The basic outline of the film is the friendship between Brian, a Roman Catholic priest, and Jake, an Orthodox rabbi, whose lives are turned upside down when their childhood friend Anna, a hotshot corporate executive on the rise, comes back into their lives after moving away when they were all in middle school. Immediately, a love triangle ensues, yet through all the emotional and romantic turbulence, we also get a surprising meditation on the persistence of call, and of the importance both of friendship and also of religious faith among a generation whose religious commitments are often (wrongly, in my opinion) denigrated as being shallow-to-nonexistent. For both Brian and Jake, their love for Anna causes them to question their call. Obviously, for Brian, his (unrequited) feelings for Anna are out of the question, and cause him to question his calling as a priest. Yet Jake, also, faces problems in his Orthodox congregation (and in his family) at his potential relationship with a non-Jewish woman. Each of them ends up re-examining their sense of call and vocation, Anna included.

In Year B, we have been given several stories about call during this season after Epiphany. Last Sunday, the second after Epiphany, is also known as "Call Sunday," since the readings include multiple stories of God calling individuals out by name and setting before them special tasks such as prophecy and discipleship. Even last Sunday’s responsorial psalm, 139, marvels at how intimately God calls us and makes us partners in the reconciliation of creation. The boy Samuel is called by God; the disciples are continuing to be called to follow Jesus.

This Sunday we will hear more stories about discipleship and call. We will hear Jonah finally giving in and traveling to Nineveh, the main city of the Assyrian Empire in what is now northern Iraq, to preach God’s call to repentance to the people there, even though Nineveh had been one of the traditional enemies of Israel. The story in Mark of God calling Simon and Andrew away from their nets as fishermen, promising instead to make them “fishers of people.”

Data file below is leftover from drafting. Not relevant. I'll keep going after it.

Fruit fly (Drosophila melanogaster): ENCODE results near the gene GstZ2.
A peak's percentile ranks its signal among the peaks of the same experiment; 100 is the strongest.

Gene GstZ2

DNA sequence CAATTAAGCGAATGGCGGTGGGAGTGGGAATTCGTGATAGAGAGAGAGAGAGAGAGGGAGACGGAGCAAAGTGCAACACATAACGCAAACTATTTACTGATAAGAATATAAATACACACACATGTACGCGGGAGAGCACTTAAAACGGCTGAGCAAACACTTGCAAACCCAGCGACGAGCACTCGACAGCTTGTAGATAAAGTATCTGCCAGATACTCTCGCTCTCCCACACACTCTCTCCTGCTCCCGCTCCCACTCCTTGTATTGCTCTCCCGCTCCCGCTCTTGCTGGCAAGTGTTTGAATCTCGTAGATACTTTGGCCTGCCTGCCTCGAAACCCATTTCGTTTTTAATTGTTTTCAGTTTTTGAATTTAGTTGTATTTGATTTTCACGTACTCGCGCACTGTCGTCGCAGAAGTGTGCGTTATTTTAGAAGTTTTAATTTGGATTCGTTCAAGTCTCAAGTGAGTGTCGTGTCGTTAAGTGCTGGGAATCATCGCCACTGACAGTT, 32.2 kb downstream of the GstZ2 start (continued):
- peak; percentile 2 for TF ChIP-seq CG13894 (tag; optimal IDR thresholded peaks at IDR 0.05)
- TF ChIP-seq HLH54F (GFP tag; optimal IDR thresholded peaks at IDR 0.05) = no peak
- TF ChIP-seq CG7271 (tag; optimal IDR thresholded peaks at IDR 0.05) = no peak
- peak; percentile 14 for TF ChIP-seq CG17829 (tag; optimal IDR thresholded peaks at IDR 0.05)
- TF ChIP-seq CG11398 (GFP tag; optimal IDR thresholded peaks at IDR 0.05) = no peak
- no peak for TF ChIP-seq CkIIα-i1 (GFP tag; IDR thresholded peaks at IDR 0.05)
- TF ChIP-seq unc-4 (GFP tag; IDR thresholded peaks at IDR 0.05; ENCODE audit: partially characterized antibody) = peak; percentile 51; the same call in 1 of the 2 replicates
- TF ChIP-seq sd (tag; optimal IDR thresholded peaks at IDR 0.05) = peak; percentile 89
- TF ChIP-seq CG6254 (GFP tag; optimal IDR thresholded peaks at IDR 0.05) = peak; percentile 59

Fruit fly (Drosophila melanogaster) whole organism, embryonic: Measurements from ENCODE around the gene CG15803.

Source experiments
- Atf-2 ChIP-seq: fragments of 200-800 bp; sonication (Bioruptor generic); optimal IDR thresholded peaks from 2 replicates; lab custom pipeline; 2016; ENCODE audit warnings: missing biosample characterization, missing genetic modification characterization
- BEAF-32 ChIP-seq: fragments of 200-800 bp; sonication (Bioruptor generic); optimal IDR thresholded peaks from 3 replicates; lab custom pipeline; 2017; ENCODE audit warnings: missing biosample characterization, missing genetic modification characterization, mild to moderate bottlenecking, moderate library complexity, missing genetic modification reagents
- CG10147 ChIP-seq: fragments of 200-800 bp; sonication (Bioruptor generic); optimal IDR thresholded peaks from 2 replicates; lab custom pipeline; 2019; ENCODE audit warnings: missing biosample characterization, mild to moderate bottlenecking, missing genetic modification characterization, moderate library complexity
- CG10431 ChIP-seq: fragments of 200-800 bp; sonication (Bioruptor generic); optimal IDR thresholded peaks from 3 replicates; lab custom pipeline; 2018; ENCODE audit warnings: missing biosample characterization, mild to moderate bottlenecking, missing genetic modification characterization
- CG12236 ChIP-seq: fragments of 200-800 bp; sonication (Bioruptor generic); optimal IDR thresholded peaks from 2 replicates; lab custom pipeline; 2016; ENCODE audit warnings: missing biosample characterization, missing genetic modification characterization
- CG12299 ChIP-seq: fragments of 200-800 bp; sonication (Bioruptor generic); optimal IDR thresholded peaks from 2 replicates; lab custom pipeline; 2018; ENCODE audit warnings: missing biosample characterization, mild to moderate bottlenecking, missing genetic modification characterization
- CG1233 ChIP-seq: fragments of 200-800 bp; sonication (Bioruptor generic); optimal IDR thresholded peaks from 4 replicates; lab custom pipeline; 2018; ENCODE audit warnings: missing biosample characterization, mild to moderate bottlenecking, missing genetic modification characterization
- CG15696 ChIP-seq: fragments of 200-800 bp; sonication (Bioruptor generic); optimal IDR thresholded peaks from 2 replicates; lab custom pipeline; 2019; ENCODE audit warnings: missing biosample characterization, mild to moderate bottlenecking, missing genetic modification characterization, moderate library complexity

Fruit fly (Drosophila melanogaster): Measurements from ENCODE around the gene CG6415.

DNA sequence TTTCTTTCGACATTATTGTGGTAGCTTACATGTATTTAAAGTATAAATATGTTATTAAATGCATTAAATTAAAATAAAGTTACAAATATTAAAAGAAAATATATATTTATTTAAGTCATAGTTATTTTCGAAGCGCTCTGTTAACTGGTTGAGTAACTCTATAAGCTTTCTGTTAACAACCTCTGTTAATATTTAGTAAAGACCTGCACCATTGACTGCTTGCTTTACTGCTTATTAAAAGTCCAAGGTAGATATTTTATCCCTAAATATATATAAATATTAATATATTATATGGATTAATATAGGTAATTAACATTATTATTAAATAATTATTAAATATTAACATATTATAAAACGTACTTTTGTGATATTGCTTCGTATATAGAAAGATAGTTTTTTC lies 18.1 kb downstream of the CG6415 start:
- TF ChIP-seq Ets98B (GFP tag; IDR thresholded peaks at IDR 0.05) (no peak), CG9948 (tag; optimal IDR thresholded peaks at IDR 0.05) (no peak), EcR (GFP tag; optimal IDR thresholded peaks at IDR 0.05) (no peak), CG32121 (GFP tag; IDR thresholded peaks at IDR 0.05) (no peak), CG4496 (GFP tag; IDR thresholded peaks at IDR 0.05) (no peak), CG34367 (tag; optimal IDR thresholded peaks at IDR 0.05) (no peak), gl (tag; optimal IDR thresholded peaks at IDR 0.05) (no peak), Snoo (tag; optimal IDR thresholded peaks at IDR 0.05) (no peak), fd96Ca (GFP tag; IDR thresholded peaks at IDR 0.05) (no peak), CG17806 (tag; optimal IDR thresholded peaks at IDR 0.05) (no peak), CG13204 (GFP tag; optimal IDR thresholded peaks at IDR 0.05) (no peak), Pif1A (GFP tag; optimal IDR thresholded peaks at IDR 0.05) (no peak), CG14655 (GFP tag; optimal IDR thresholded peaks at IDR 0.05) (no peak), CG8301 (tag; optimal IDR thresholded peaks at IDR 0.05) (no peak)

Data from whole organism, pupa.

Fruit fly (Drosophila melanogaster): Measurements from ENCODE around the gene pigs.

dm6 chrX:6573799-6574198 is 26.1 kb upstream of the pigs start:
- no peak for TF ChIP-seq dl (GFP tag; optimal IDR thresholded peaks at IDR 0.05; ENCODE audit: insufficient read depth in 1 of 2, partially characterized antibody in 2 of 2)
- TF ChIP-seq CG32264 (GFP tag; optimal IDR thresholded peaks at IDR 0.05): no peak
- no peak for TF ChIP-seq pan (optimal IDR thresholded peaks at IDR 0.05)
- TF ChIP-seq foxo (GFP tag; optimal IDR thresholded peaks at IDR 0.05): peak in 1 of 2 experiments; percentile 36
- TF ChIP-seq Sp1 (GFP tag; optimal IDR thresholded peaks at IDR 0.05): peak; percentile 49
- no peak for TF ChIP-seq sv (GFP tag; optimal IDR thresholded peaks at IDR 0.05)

Jesus’s call to Simon and Andrew seems to come out of the blue, startling and beautiful and enticing, much like the throbbingly purple winter iris I spotted while walking with my friend John this last week—a true Epiphany for this refugee from the Midwestern winter, a burst of intense beauty in what is usually a sere, severe time of the year, in my experience. That iris also kept faith with its call to testify to God’s beauty, choosing to bloom despite all that might call it to slumber instead.

How about you? Are you called?

Do you even want to admit it, if you are?

Let's face it: as the movie makes clear, start talking about God talking to you in this day and age, especially in 21st century America, and people start shaking the wrinkles out of the straitjacket. I imagine it's even worse in Europe, the former seat of Christendom. Just admitting to being a person of religious faith is at times a risk, socially and culturally.

For many of us, we walk a delicate line as we seek to take seriously the call of God in our lives. For years, I sought to answer the call I felt, but not so much that it would turn my life upside down either. In other words, I kept saying, "Here am I, LORD. Please don't ask me for too much." Until finally, that just didn’t work anymore.

God’s call can cause us to abandon our nets and our befuddled father, like Andrew and Simon did, and set out on a completely different life. Yet it can also cause us to seek to be a witness to God’s blessings in our lives in other, more subtle ways, calling us to minister to each other in our secular vocations, which in many ways is a more delicate balancing act than just throwing it all away and renouncing everything we have ever known. Call also involves recognizing and pointing to the presence of God among us each day, a task every bit as risky and daring as the dropping of one’s nets along the shores of Sea of Galilee and wandering off in at the word of the local holy man.

Most of us aren’t led to abandon everything in order to follow Jesus and let our lives testify to his impact in our lives. God is calling all of us as God’s beloved children to bear witness to God’s beauty out into a world that desperately needs that light. Do we dare answer, "Here am I, LORD, Your servant is listening?" Even if it comes out more like, "Here am I, LORD. I give in," that’s still such a leap of faith in any time and place, a flash of beauty and joy in our lives, God’s love of us breaking in to help us keep the faith in spite of ourselves.

This was first published at the Episcopal Cafe's Speaking to the Soul on January 17, 2018.